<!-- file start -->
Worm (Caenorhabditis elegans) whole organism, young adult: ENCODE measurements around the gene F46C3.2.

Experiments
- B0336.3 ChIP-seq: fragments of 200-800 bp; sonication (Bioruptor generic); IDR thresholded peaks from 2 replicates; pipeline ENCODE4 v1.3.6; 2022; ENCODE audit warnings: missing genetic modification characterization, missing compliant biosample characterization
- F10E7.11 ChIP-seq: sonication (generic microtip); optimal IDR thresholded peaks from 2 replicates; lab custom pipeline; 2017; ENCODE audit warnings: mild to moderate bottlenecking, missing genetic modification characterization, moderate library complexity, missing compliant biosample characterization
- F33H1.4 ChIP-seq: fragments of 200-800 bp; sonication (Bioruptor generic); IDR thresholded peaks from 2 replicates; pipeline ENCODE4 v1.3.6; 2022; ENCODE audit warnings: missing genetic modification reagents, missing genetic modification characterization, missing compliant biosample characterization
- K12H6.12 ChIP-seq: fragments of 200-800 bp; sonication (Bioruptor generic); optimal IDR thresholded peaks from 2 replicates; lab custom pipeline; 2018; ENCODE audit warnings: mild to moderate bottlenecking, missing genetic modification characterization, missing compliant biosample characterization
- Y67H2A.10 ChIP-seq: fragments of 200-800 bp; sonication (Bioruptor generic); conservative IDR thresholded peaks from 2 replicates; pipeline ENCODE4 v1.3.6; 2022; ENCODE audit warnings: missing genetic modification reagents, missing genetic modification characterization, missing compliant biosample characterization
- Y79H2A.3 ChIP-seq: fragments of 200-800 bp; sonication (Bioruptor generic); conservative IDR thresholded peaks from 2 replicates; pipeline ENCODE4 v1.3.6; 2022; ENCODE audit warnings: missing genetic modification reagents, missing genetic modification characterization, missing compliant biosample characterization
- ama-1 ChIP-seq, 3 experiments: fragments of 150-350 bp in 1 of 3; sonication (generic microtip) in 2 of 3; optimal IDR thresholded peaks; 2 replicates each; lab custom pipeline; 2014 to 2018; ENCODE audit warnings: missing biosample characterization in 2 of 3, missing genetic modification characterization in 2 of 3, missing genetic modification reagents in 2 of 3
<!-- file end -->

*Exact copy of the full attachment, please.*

Worm (Caenorhabditis elegans) whole organism, young adult: ENCODE measurements around the gene F46C3.2.

Experiments
- B0336.3 ChIP-seq: fragments of 200-800 bp; sonication (Bioruptor generic); IDR thresholded peaks from 2 replicates; pipeline ENCODE4 v1.3.6; 2022; ENCODE audit warnings: missing genetic modification characterization, missing compliant biosample characterization
- F10E7.11 ChIP-seq: sonication (generic microtip); optimal IDR thresholded peaks from 2 replicates; lab custom pipeline; 2017; ENCODE audit warnings: mild to moderate bottlenecking, missing genetic modification characterization, moderate library complexity, missing compliant biosample characterization
- F33H1.4 ChIP-seq: fragments of 200-800 bp; sonication (Bioruptor generic); IDR thresholded peaks from 2 replicates; pipeline ENCODE4 v1.3.6; 2022; ENCODE audit warnings: missing genetic modification reagents, missing genetic modification characterization, missing compliant biosample characterization
- K12H6.12 ChIP-seq: fragments of 200-800 bp; sonication (Bioruptor generic); optimal IDR thresholded peaks from 2 replicates; lab custom pipeline; 2018; ENCODE audit warnings: mild to moderate bottlenecking, missing genetic modification characterization, missing compliant biosample characterization
- Y67H2A.10 ChIP-seq: fragments of 200-800 bp; sonication (Bioruptor generic); conservative IDR thresholded peaks from 2 replicates; pipeline ENCODE4 v1.3.6; 2022; ENCODE audit warnings: missing genetic modification reagents, missing genetic modification characterization, missing compliant biosample characterization
- Y79H2A.3 ChIP-seq: fragments of 200-800 bp; sonication (Bioruptor generic); conservative IDR thresholded peaks from 2 replicates; pipeline ENCODE4 v1.3.6; 2022; ENCODE audit warnings: missing genetic modification reagents, missing genetic modification characterization, missing compliant biosample characterization
- ama-1 ChIP-seq, 3 experiments: fragments of 150-350 bp in 1 of 3; sonication (generic microtip) in 2 of 3; optimal IDR thresholded peaks; 2 replicates each; lab custom pipeline; 2014 to 2018; ENCODE audit warnings: missing biosample characterization in 2 of 3, missing genetic modification characterization in 2 of 3, missing genetic modification reagents in 2 of 3